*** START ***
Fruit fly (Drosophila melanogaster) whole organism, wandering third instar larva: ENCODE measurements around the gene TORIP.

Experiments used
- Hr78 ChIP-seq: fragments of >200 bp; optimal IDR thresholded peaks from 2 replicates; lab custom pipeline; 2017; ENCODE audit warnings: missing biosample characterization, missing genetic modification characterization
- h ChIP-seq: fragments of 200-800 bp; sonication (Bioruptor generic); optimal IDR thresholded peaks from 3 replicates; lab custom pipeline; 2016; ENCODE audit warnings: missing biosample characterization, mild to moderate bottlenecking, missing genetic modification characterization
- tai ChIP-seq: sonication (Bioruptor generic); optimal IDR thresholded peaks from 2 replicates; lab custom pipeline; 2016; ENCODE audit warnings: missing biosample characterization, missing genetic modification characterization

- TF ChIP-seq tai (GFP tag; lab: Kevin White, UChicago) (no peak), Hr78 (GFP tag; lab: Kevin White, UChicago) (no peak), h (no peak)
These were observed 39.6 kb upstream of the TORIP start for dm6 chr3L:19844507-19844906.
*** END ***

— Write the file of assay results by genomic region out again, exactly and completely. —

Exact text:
Fruit fly (Drosophila melanogaster) whole organism, wandering third instar larva: ENCODE measurements around the gene TORIP.

Experiments used
- Hr78 ChIP-seq: fragments of >200 bp; optimal IDR thresholded peaks from 2 replicates; lab custom pipeline; 2017; ENCODE audit warnings: missing biosample characterization, missing genetic modification characterization
- h ChIP-seq: fragments of 200-800 bp; sonication (Bioruptor generic); optimal IDR thresholded peaks from 3 replicates; lab custom pipeline; 2016; ENCODE audit warnings: missing biosample characterization, mild to moderate bottlenecking, missing genetic modification characterization
- tai ChIP-seq: sonication (Bioruptor generic); optimal IDR thresholded peaks from 2 replicates; lab custom pipeline; 2016; ENCODE audit warnings: missing biosample characterization, missing genetic modification characterization

- TF ChIP-seq tai (GFP tag; lab: Kevin White, UChicago) (no peak), Hr78 (GFP tag; lab: Kevin White, UChicago) (no peak), h (no peak)
These were observed 39.6 kb upstream of the TORIP start for dm6 chr3L:19844507-19844906.